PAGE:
September 25, 2000
Volume XXXIII, No. 34

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Dr. Gail Williams

Dr. Gail Williams, Department of Family Nursing Care, relies on current clinical knowledge to help her students make the transition from theory to practice, and sometimes back to theory again.

Students and colleagues say the following about her award-winning style:

  • "Dr. Williams possesses all the characteristics and qualities of a master teacher."
  • "Dr. Williams made a lasting impression on me."
  • "Dr. Williams raises teaching to an art form."

These words of high regard describe a consistently outstanding teacher who has been nominated for the Presidential Award for Teaching Excellence three times, and is receiving the award for the first time this year.

Photo by Fernando Serna

Dr. Gail Williams (left), family nursing care, discusses use of the "birthing ball" as part of her elective course "Introduction to the Role of the Childbirth Educator" with Sue Kirsch, family nursing care. The birthing ball is used during labor to increase comfort, encourage relaxation, promote the optimal position of the baby in the pelvic cavity and increase a woman’s concentration during contractions.

She has taught at the undergraduate and graduate levels, bringing her broad knowledge of psychiatric/mental health nursing and women’s health nursing to students at each level.

Dr. Williams, who holds a Ph.D. in nursing research and teaches both psychiatric/mental health nursing and obstetric/newborn nursing, tailoring her instruction to each student.

"My whole premise is to focus individual attention on the learner," she says. "Each person has strengths and experiences that he or she brings into a course. Many of our students are adult learners with other credentials, such as degrees in psychology or in sociology. We can successfully bring their life experiences to bear in clinical teaching."

Dr. Williams is certified in perinatal nursing and has a master’s degree with specialization in psychiatric/mental health nursing. She teaches extensively in clinical settings. "I serve as a role model for what I’m asking the student to do," she says. "I demonstrate the standard of care that the patient should receive."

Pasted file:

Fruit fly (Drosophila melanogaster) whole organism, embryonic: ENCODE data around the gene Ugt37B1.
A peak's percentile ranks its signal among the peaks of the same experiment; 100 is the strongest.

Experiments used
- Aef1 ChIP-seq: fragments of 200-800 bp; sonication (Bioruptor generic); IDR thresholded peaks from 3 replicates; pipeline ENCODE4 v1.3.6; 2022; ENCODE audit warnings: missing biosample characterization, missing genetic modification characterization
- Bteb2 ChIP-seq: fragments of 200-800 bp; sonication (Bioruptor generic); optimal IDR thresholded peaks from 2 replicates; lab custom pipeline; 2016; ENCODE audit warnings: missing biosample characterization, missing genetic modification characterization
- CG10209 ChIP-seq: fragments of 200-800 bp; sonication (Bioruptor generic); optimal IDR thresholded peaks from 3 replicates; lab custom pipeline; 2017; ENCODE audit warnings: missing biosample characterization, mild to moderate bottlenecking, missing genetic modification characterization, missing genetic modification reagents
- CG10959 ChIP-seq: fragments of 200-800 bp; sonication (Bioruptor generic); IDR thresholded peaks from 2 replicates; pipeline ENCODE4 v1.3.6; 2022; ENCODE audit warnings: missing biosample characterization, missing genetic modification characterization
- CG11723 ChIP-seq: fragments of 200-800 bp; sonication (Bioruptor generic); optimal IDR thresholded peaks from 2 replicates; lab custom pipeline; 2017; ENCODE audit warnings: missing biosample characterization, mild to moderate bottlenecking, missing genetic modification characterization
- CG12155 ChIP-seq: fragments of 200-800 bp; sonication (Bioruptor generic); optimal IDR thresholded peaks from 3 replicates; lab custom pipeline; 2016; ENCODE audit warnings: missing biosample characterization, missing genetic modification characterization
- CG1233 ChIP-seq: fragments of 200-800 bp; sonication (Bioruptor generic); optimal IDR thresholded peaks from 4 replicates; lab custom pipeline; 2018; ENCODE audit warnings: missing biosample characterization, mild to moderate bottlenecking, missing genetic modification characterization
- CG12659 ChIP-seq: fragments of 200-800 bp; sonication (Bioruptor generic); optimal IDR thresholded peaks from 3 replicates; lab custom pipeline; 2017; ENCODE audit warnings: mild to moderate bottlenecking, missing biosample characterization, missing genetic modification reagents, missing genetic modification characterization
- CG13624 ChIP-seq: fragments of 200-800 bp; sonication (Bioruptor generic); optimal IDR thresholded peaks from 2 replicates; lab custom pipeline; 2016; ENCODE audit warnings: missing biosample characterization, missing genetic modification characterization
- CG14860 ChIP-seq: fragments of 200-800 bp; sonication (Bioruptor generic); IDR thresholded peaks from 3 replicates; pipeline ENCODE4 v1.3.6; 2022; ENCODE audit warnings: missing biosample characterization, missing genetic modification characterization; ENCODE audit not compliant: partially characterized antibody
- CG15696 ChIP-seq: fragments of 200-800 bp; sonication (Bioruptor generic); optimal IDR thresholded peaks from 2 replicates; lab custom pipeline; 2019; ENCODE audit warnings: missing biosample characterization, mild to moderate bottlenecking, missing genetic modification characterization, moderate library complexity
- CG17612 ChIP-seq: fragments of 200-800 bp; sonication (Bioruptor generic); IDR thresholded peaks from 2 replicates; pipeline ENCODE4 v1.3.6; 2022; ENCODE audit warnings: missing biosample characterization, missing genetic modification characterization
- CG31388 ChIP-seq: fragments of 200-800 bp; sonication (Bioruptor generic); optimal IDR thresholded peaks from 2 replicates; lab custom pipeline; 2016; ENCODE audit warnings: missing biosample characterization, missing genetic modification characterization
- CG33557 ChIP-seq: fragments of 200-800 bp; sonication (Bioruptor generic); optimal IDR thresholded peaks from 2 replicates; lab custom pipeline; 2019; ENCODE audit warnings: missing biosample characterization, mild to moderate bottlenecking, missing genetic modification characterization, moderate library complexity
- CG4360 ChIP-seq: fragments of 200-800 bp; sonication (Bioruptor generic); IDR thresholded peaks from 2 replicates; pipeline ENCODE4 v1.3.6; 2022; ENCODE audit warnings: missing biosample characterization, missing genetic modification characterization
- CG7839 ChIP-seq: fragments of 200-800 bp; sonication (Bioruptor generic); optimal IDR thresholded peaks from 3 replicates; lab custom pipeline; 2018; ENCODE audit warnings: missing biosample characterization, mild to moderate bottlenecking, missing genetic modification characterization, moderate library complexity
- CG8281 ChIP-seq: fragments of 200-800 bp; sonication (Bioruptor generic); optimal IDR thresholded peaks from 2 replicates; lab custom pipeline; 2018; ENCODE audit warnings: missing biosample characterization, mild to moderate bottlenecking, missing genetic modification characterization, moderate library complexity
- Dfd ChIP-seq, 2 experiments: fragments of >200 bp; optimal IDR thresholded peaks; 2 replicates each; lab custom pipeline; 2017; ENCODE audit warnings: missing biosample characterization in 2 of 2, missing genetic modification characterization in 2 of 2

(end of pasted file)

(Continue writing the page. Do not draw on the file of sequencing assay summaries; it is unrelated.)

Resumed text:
She taught obstetric-newborn principles for six and a half years in the School of Nursing course titled "Nursing of Families: Childbirth, Parenting, Illness." More recently, she switched hats to serve as course coordinator for a class titled "Nursing the Client with Mental Illness." She also instructs students in the Family Nurse Practitioner master’s degree major about the psychiatric/mental health aspects of primary care.

Several years ago, Dr. Williams developed an elective course in response to student feedback in the Nursing of Families course. She has offered the elective, titled "Introduction to the Role of the Childbirth Educator," six times.

An internationally certified childbirth educator, Dr. Williams has offered classes at Santa Rosa Downtown, the former Women and Children’s Hospital and Southwest Texas Methodist Hospital.

An outstanding researcher, Dr. Williams recently published the article, "Grief After Elective Abortion: Exploring Nursing Interventions for Another Kind of Perinatal Loss," in the Association of Women’s Health, Obstetric and Neonatal Nurses (AWHONN) Lifelines journal.

"More than 1.3 million women in the United States have elective abortions each year, and we have little or no data regarding the possible grief response," she says. "I was able to document the grief response in the women who participated."

This research and her clinical experiences keep her on the cusp of nursing innovation in her fields.

"She remains clinically competent so that she is aware of what is happening in the field of nursing," says her colleague, Dr. Donna Taliaferro, acute nursing care, "and that is a plus for students when they know that the person teaching them ‘knows her stuff.’"

—Will Sansom